Great book. However, somewhat SU centric. I am interested in Amal carbs as fitted to my motorcycle - Vincent 1000 V twin.
So with regard to CV, I wonder to what degree piston flutter in the SU may be contributing? Amal carbs also use jet/needle combination but the slide holds it’s position as set by the throttle.
On combustion I would like your opinion of the applicability of your conclusions to the Vincent. 500cc cylinders, same stroke but bigger bore. C/R about 7.5:1. Cross-flow hemispherical combustion chamber. Some swirl generated by offset inlet and exhaust ports. 32mm carbs. Lucas magneto ignition which works fine. Automatic Timing Device (ATD) also uses spring loaded bob weights. No advance curves available but we reckon it’s an on/off switch. Full advance is about 38 BTDC.
I was most interested in your conclusions about adjustments to ignition timing. Commonly held belief in our forums is to retard by 2 or 3 degrees to accommodate - wait for it - slower burning fuel! Oh and of course the story about ethanol is that it is the fruit of the devil and the ruination of all we hold dear! I exaggerate but your results are very refreshing.
Thanks for the comments about the book. Glad you found it interesting.
Carburetors: One advantage of using the SUs for the tests is that not only is it easy to adjust the mixture, it is possible to estimate the volume of air flowing through them by measuring the suction piston heights. However, to do that I had to remove the oil dampers these would have stopped any flutter. The oil dampers were fitted to SU carbs from about 1945.
As you said, with an AMAL carb you will not get any flutter. The question is: will they suffer in the same way as SUs? Basically, any back pressure in the inlet manifold will upset the air flow through the carbs. It was just that with the SU it appeared as flutter in the suction pistons. Have a look at this post it is about my son's Lotus Europa. This is fitted with two twin choke Weber carbs. Unlike the SU and AMAL carbs these do not use a needle to control the mixture, they have a fixed choke and an emulsion tube that bleeds air into the petrol to control the mixture as the throttle opens. There is no piston or indeed any mechanical component to flutter. When tested on the rolling road, this engine suffered enrichment in the same way as the XPAG with the SUs. Advancing the engine over this RPM range resolved the enrichment problem suggesting the Webers were suffering the same problems as the SUs. That is back pressure was affecting the mixture. Given this, I would expect AMALs to be affected in the same way, even though their piston will not flutter.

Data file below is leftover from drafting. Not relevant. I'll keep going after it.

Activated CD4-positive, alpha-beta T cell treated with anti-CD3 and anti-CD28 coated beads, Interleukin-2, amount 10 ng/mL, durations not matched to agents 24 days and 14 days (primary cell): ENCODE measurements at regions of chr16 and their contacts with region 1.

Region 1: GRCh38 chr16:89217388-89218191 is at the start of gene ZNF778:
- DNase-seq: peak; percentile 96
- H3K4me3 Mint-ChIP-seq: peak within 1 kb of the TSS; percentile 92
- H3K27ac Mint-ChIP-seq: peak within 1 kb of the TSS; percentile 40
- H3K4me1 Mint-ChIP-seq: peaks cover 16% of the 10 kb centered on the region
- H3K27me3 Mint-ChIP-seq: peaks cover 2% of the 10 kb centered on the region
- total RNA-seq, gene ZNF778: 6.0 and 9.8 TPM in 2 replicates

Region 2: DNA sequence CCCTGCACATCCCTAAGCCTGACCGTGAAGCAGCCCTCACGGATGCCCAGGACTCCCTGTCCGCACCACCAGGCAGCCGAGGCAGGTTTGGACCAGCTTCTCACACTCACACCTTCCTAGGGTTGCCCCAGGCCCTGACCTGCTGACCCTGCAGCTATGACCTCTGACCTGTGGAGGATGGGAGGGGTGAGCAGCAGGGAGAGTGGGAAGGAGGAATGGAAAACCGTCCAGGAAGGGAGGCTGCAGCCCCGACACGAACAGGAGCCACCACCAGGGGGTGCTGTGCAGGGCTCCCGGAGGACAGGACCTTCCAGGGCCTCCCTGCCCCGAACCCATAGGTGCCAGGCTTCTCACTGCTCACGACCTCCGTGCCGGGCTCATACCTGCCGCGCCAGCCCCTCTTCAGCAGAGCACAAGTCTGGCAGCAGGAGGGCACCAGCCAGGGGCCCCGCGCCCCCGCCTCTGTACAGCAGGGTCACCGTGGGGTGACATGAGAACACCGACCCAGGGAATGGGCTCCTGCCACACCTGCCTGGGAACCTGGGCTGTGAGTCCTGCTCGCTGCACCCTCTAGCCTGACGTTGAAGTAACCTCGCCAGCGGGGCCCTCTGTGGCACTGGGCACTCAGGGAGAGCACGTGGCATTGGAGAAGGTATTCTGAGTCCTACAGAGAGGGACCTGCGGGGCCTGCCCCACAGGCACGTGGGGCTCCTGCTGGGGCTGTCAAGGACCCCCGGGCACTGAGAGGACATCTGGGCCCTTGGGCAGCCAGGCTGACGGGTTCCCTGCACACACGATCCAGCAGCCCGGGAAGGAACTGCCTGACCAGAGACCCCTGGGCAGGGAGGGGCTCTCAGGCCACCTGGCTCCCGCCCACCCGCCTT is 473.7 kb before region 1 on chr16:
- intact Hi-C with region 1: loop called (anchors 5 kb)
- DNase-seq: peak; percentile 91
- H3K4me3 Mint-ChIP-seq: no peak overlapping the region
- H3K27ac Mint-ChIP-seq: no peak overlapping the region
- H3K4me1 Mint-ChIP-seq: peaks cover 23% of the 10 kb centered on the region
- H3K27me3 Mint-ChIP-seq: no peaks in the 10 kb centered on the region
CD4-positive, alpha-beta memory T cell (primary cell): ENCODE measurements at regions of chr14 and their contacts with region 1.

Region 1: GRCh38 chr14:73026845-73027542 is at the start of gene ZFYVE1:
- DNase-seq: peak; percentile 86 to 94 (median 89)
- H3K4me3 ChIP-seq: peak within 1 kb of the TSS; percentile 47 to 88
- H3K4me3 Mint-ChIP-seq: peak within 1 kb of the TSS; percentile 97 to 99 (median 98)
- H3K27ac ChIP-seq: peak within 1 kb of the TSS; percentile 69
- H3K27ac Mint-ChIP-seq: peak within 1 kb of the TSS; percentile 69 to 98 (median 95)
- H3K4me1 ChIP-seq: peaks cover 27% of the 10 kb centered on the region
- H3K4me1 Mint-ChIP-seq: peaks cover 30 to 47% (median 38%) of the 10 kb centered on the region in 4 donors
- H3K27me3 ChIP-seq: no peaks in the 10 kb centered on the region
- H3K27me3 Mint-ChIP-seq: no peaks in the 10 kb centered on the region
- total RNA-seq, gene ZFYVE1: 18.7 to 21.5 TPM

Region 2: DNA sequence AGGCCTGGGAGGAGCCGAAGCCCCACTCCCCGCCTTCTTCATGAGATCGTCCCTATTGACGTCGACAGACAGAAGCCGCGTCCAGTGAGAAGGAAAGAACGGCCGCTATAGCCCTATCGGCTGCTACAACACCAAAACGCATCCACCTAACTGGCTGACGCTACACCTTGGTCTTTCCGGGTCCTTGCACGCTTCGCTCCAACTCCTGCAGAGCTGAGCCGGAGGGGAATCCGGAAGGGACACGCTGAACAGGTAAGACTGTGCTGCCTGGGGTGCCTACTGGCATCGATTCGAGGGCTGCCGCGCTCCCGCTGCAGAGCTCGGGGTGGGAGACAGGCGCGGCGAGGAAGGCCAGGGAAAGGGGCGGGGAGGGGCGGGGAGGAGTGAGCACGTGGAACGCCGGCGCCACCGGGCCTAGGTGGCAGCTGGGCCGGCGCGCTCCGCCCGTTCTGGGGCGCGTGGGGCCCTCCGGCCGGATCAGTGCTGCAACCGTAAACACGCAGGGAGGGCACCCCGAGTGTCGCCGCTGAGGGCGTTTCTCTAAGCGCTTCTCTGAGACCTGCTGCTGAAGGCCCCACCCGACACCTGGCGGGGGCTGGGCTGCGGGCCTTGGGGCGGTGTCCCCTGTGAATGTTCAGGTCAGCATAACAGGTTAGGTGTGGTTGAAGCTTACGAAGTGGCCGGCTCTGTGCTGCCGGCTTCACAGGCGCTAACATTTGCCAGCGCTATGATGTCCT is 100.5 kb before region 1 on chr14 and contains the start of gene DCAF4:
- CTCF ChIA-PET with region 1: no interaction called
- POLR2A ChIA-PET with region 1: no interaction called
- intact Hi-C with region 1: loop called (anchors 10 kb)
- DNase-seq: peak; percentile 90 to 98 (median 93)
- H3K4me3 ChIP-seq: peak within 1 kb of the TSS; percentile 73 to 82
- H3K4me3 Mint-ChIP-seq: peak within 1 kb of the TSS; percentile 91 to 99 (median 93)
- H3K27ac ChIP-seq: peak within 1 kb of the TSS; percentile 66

Slower burning fuel: I am afraid that even if the fuel did burned slower, retarding your ignition is the worst thing you could do. I needs to be advanced. However, as I say in the book, the fuel does NOT actually burn any slower than classic petrol. What is of real interest is that owners of your motorcycles, which have with cross-flow hemispherical heads a very different configuration than many classic cars, have the same "view" of modern petrol, i.e.. it burns more slowly, as classic car owners. This confirms my view that the problems described in my book affect all older carburetted engines.